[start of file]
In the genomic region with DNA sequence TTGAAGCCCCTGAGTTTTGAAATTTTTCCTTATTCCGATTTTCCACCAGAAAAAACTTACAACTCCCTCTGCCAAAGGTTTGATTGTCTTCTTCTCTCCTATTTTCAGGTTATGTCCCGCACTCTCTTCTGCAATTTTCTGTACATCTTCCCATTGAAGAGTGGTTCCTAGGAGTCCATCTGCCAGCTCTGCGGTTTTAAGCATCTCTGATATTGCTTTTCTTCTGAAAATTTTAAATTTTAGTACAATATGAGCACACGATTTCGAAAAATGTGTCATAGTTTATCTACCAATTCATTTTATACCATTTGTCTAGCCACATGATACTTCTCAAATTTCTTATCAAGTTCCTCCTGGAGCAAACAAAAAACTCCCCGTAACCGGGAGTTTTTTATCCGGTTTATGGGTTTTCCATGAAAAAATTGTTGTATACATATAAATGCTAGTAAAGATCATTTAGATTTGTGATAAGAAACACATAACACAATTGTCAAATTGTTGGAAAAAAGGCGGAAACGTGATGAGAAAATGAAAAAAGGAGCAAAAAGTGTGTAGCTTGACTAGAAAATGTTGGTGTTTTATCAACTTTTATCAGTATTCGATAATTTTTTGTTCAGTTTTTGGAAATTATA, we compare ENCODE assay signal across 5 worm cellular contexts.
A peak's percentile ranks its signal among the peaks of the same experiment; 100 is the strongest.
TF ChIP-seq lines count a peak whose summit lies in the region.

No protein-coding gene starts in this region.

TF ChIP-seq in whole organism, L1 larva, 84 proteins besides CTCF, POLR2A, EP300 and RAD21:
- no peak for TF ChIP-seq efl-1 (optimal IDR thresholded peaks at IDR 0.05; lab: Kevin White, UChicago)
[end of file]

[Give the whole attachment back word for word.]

In the genomic region with DNA sequence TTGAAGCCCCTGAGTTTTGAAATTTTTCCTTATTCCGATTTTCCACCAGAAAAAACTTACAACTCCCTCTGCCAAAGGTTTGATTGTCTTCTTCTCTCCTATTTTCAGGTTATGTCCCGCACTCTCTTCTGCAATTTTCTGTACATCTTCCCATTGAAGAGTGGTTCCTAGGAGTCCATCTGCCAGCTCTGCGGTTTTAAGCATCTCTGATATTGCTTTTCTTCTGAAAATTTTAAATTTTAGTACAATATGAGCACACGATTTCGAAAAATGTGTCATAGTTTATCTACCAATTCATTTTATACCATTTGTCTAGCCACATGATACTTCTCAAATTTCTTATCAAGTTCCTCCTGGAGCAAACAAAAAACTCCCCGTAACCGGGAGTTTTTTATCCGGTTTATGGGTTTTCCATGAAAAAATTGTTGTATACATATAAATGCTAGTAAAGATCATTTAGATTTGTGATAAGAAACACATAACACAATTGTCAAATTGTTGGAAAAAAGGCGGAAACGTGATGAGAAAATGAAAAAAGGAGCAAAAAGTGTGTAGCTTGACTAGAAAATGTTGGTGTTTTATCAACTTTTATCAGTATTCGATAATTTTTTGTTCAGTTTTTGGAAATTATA, we compare ENCODE assay signal across 5 worm cellular contexts.
A peak's percentile ranks its signal among the peaks of the same experiment; 100 is the strongest.
TF ChIP-seq lines count a peak whose summit lies in the region.

No protein-coding gene starts in this region.

TF ChIP-seq in whole organism, L1 larva, 84 proteins besides CTCF, POLR2A, EP300 and RAD21:
- no peak for TF ChIP-seq efl-1 (optimal IDR thresholded peaks at IDR 0.05; lab: Kevin White, UChicago)